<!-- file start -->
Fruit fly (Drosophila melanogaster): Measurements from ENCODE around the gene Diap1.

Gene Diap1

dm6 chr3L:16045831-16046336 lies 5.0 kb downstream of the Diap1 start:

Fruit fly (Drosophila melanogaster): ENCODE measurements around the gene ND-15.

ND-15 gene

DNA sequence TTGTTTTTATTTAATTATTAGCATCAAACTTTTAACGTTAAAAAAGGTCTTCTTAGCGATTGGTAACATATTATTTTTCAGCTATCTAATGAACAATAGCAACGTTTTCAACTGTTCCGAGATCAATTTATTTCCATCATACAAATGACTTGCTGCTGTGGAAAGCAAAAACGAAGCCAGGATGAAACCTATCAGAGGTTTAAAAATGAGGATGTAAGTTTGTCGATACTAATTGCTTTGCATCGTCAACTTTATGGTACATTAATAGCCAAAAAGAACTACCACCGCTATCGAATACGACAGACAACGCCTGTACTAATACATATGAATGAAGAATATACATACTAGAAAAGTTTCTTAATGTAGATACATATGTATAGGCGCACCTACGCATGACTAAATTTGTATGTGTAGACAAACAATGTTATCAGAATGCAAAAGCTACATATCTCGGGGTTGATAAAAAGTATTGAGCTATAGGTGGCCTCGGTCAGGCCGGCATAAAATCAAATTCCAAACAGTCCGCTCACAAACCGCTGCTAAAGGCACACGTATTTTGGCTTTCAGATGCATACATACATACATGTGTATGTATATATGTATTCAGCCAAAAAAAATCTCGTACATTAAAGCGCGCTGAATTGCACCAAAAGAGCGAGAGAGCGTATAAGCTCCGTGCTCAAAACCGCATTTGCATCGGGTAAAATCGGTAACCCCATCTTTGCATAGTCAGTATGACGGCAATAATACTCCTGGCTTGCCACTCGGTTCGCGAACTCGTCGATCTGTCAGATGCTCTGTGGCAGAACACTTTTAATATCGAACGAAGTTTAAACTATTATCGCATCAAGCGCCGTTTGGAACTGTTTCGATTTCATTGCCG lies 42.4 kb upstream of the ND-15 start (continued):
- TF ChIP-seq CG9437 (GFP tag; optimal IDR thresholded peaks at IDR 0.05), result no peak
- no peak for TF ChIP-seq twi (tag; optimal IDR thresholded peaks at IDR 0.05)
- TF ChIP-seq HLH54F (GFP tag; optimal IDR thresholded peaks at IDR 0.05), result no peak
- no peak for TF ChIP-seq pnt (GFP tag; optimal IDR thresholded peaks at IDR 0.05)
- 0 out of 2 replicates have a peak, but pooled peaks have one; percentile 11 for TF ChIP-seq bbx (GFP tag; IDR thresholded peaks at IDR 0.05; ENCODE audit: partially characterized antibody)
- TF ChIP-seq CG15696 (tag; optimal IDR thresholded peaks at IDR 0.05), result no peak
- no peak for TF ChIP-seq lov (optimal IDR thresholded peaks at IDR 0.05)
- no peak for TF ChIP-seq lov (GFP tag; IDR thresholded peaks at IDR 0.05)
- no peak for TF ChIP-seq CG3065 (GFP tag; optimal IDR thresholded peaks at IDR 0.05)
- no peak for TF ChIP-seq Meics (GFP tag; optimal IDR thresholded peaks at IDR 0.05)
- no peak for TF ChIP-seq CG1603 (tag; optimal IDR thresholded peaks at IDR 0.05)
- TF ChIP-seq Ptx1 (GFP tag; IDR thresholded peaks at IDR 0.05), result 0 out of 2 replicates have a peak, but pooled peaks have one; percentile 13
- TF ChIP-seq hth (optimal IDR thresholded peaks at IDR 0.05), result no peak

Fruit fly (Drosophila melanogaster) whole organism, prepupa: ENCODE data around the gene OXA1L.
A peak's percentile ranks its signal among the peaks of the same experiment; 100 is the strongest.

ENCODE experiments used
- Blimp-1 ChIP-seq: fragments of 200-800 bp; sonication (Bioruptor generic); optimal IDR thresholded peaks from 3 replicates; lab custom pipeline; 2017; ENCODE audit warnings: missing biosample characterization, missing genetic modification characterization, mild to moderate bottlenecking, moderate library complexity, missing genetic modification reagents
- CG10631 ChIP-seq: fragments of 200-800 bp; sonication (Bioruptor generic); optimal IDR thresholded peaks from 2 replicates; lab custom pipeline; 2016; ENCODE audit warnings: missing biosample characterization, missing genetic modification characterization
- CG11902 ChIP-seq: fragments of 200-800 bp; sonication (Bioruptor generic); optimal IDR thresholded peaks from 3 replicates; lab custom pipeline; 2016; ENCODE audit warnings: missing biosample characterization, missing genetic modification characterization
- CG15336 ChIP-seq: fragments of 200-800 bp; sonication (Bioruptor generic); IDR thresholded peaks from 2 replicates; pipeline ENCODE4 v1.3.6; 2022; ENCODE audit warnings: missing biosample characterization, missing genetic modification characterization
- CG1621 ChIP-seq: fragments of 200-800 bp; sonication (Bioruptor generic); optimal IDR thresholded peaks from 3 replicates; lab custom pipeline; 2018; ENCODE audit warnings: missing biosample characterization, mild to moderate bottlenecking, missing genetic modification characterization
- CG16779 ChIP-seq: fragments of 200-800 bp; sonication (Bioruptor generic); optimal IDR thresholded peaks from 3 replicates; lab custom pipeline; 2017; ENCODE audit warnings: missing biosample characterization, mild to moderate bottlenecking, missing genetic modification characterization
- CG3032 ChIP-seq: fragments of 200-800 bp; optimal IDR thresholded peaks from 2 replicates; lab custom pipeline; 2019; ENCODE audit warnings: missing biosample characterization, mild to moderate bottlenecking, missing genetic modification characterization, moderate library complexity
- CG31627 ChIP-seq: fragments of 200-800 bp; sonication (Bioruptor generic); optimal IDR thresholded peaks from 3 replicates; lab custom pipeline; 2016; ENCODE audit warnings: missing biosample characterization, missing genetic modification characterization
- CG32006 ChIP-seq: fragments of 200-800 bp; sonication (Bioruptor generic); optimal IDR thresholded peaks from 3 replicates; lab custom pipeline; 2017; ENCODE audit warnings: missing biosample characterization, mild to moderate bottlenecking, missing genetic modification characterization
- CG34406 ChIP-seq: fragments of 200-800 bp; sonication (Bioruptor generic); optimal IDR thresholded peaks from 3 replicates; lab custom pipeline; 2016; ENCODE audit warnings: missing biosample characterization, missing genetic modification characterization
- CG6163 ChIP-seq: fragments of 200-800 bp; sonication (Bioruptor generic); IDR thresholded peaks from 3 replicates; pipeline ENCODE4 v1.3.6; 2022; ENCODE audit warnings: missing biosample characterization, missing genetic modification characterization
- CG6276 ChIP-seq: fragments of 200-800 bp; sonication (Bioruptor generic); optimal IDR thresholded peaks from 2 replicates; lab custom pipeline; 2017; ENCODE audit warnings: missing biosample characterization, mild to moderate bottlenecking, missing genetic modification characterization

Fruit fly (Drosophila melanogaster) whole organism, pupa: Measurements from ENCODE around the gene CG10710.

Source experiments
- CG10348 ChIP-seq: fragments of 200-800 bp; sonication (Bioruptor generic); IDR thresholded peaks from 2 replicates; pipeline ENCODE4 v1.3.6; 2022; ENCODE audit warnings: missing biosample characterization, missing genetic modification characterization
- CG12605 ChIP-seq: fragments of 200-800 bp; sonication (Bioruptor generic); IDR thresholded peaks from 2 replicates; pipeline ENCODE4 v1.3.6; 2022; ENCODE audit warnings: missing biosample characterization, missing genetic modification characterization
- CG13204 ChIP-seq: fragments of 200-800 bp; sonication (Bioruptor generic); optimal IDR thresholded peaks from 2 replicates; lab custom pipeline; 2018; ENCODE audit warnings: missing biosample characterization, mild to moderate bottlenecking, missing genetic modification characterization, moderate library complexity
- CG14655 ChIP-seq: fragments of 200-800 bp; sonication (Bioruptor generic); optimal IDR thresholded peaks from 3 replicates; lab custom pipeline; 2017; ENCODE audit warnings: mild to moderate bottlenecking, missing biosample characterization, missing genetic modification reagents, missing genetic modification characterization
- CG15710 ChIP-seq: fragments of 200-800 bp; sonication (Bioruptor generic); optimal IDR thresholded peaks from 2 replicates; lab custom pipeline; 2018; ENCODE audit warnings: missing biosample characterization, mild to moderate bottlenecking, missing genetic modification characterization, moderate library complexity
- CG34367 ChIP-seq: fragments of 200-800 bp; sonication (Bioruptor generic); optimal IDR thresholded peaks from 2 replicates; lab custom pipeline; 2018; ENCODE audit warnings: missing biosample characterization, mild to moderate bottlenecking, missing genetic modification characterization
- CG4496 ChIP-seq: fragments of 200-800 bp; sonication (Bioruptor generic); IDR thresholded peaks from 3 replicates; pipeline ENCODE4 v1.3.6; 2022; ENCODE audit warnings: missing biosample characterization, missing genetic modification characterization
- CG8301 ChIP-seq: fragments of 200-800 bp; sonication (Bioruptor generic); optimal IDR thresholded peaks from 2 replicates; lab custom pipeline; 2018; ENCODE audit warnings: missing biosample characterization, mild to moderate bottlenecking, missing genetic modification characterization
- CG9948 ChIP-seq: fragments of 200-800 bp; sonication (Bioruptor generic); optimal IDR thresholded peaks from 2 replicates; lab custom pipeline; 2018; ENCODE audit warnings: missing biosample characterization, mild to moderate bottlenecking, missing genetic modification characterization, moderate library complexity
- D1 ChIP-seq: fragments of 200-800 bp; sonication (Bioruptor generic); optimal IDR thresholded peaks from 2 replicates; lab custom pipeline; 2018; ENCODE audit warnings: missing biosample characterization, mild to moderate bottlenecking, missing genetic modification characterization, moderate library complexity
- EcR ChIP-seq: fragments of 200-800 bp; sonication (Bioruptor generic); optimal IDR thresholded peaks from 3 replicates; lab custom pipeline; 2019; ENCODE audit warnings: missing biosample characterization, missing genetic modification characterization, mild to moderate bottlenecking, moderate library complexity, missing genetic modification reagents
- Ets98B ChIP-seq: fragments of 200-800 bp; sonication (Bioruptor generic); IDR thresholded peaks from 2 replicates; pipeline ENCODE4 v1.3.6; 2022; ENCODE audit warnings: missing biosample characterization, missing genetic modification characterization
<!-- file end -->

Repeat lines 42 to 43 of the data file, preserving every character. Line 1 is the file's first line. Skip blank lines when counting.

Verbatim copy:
- CG34367 ChIP-seq: fragments of 200-800 bp; sonication (Bioruptor generic); optimal IDR thresholded peaks from 2 replicates; lab custom pipeline; 2018; ENCODE audit warnings: missing biosample characterization, mild to moderate bottlenecking, missing genetic modification characterization
- CG4496 ChIP-seq: fragments of 200-800 bp; sonication (Bioruptor generic); IDR thresholded peaks from 3 replicates; pipeline ENCODE4 v1.3.6; 2022; ENCODE audit warnings: missing biosample characterization, missing genetic modification characterization